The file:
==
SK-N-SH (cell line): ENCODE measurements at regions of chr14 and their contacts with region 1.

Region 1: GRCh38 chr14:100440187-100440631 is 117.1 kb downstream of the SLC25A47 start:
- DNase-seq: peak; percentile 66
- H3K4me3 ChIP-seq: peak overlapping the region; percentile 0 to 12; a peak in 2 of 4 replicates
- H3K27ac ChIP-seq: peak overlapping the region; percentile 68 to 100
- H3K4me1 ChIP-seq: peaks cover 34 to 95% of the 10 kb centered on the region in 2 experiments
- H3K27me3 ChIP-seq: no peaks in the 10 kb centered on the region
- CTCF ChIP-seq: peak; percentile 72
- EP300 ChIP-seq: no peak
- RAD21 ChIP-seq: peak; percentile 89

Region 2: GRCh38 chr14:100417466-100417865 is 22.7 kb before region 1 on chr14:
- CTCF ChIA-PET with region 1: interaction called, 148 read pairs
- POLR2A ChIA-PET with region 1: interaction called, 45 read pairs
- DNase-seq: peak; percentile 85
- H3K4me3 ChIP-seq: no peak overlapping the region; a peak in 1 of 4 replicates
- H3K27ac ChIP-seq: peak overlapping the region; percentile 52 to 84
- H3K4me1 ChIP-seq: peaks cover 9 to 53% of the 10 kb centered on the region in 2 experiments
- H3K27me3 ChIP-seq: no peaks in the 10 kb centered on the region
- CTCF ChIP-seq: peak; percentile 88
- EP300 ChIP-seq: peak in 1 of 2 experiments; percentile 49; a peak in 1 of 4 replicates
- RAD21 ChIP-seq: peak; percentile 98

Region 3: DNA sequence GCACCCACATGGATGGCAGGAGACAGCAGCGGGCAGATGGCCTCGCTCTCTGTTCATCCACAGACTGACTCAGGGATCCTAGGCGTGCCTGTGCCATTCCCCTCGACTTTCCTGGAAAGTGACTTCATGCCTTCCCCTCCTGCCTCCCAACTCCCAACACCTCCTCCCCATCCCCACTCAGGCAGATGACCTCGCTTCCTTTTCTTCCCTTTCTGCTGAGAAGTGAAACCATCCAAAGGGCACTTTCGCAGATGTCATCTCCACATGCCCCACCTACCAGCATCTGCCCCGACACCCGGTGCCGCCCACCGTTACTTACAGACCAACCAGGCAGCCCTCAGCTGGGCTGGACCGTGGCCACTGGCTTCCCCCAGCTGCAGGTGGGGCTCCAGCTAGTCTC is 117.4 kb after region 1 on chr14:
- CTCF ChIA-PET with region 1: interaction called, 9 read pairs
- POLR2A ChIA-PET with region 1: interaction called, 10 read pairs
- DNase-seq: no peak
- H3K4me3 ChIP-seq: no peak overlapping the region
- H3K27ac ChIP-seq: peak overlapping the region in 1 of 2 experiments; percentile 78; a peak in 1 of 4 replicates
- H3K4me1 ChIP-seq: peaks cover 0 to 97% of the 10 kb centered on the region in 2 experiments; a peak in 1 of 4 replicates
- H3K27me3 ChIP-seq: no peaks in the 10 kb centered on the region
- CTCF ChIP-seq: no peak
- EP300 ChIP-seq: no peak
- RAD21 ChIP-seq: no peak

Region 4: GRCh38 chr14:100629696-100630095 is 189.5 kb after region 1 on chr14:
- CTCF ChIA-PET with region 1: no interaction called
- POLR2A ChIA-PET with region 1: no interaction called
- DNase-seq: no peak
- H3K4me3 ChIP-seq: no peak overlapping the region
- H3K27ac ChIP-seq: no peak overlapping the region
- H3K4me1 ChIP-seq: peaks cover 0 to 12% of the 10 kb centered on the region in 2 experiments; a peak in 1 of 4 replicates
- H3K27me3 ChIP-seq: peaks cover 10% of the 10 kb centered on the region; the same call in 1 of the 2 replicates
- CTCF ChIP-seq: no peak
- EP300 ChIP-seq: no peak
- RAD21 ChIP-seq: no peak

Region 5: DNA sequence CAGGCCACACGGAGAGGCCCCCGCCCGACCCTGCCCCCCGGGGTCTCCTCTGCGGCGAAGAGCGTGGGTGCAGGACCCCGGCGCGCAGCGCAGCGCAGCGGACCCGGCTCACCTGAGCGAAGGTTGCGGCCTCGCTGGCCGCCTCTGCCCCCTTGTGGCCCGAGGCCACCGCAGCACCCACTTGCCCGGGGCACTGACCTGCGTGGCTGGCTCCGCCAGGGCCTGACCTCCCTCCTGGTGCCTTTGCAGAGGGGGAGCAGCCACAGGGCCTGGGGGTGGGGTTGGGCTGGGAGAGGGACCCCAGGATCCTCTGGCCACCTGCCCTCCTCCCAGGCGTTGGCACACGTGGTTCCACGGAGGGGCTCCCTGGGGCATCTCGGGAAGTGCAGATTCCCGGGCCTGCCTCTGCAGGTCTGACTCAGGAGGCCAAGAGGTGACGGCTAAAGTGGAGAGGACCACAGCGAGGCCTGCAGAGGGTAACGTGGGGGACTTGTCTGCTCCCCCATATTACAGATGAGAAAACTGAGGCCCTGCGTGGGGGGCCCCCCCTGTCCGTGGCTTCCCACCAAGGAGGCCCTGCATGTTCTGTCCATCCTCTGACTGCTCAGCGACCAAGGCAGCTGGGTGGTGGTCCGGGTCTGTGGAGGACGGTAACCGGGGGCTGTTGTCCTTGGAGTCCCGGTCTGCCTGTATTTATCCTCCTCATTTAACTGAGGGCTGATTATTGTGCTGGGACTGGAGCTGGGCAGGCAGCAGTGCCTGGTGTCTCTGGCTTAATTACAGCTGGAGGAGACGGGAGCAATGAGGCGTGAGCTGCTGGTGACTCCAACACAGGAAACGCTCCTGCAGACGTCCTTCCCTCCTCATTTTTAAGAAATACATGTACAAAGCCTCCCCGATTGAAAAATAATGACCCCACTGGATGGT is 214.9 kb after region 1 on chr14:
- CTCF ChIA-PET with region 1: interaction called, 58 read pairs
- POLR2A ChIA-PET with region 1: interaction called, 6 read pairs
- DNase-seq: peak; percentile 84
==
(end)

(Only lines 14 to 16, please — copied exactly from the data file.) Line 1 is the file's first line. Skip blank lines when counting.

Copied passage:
- DNase-seq: peak; percentile 85
- H3K4me3 ChIP-seq: no peak overlapping the region; a peak in 1 of 4 replicates
- H3K27ac ChIP-seq: peak overlapping the region; percentile 52 to 84